Florida’s Coronavirus Fatality Rate Below Several Blue States, 10% of Population Tested

JACKSONVILLE BEACH - JULY 04: A lifeguard watches swimmers on July 04, 2020 in Jacksonvill
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Florida’s coronavirus case fatality rate remains lower than several states led by Democrat governors, such as New York, Michigan, and Pennsylvania, Gov. Ron DeSantis (R) outlined on Monday. He noted 10 percent of Florida’s population has been tested for the virus — a factor that may be considered when analyzing the Sunshine State’s recent spike in cases.

DeSantis outlined several key facts regarding the spike in cases in Florida, as critics hurry to assign doomsday scenarios to the state, dubbed the next coronavirus hotspot. Many are urging the governor to reverse the reopening process and take drastic measures, such as issuing a statewide mask order.

The governor has refused to succumb to the critics, encouraging a close look at the data instead.

While it is true Florida has continued to report thousands of new cases per day — breaking its all-time single-day case high on Saturday with 11,458 new cases — testing has increased dramatically. The state, which has a population of over 21 million, has tested over 2.2 million, or 10 percent of the population.

The state tested “nearly 400,000 people” the week of 6/29 alone — one of the factors leading to what appears to be a sudden burst in cases:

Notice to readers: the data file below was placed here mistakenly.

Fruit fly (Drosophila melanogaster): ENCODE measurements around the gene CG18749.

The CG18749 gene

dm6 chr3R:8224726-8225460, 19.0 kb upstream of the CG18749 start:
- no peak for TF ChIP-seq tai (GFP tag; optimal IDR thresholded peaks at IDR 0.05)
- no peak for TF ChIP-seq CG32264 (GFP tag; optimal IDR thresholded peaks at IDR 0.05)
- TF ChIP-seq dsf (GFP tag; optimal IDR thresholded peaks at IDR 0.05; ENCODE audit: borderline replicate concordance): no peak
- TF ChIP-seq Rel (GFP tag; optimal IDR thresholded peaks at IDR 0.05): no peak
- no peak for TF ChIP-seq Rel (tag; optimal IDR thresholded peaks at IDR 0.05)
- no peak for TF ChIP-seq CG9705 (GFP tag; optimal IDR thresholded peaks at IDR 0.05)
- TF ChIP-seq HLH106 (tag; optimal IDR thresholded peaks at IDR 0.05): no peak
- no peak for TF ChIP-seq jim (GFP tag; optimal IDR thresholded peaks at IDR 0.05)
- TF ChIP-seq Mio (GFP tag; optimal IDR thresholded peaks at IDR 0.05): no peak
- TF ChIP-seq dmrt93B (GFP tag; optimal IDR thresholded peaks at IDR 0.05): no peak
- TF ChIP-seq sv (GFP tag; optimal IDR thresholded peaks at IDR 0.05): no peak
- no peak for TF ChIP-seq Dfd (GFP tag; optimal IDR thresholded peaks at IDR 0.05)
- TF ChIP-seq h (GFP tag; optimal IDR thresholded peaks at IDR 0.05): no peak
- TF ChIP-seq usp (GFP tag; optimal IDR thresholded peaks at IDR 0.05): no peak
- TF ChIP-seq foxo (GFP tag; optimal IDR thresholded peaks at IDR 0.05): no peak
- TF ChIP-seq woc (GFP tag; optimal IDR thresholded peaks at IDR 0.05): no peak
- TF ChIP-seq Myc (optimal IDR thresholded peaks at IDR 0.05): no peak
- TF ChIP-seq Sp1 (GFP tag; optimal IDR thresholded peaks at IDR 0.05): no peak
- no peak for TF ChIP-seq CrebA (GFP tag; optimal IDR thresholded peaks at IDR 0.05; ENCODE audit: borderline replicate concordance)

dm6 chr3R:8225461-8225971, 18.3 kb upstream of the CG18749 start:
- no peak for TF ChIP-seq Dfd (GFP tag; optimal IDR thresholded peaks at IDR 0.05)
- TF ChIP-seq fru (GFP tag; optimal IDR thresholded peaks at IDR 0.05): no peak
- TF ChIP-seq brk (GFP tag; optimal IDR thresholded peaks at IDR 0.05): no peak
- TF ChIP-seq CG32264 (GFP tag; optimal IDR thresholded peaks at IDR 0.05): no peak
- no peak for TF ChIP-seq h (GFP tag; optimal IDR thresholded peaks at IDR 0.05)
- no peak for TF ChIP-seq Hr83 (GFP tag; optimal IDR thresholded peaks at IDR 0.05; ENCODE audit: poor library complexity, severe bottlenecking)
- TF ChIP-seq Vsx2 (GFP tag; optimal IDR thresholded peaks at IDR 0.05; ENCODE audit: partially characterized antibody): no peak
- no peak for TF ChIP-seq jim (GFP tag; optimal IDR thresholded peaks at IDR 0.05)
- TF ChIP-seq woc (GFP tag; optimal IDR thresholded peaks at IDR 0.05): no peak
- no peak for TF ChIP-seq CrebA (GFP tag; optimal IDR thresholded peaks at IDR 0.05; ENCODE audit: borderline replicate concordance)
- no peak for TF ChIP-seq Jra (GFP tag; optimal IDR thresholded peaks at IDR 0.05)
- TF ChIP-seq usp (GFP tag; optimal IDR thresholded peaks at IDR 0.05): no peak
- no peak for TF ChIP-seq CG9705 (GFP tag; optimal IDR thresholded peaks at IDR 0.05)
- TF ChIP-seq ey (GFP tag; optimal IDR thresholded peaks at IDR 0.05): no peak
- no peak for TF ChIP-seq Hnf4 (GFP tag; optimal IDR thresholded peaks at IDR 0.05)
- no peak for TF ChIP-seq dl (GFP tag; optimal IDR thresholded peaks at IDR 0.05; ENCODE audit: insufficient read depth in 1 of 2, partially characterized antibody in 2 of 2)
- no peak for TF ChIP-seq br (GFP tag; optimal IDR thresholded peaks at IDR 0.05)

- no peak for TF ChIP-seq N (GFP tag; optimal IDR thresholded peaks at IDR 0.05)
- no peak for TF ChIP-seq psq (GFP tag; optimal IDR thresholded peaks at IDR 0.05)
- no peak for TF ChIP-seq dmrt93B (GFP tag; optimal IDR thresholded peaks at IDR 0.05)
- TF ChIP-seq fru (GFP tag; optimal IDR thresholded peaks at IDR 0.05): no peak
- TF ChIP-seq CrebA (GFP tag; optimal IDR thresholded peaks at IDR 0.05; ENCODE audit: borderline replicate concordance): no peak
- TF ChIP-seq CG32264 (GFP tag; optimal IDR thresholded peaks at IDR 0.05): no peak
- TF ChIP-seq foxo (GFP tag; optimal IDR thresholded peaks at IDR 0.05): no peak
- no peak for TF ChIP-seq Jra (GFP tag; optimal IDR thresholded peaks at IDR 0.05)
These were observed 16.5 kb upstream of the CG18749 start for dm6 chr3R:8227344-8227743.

The governor has been careful to point out cases have also been on the rise due to increased social interactions among the younger demographic. This is significant, as the virus appears to have less of an impact on younger people, many of whom are asymptomatic.

The current age with the most cases in Florida is 21:

Blue state governors, like New York Gov. Andrew Cuomo (D), have been quick to slam the way DeSantis and other Republican governors handled the virus.

“You played politics with this virus, and you lost,” Cuomo said last month.

Current data, however, shows Florida in far better shape in terms of the case fatality rate, which on Monday sat at 1.9 percent. DeSantis compared the numbers to Connecticut (9.3 percent), New Jersey (8.6 percent), Michigan (8.5 percent), New York (7.6 percent), Massachusetts (7.4 percent), Pennsylvania (7.2 percent), and Illinois (4.9 percent).

The governor also pointed to a recent CDC seroprevalance study, showing that the coronavirus was “likely far more widespread than we thought at the beginning of March.”

“The virus has been around for quite some time,” he said, as the study suggested the cases were likely 11 times higher than suspected:

Leaders in Florida, unlike Pennsylvania and New York, also took decisive action at the beginning of the pandemic to protect the most vulnerable — those residing in long-term care facilities. Officials prohibited those who tested positive for the virus to be readmitted to the facilities. Pennsylvania’s Tom Wolf (D) and New York’s Gov.

Cuomo did not initially take the same action, leading to thousands of deaths in those facilities within their states:

Despite the surge in cases, DeSantis has not indicated any intention of closing down the state, leaving those decisions to local leaders. Miami-Dade County, for instance, took that step, announcing the closure of gyms, fitness centers, certain entertainment venues, and indoor dining this week.

Nonetheless, the governor is actively encouraging Floridians statewide to remain mindful of the “Three Cs,” avoiding crowded places, closed spaces, and close contact:

The state reported 7,347 new cases on Tuesday, bringing the total to 213,794 cases reported since March 1. Florida resident deaths stood at 3,841 as of Tuesday.


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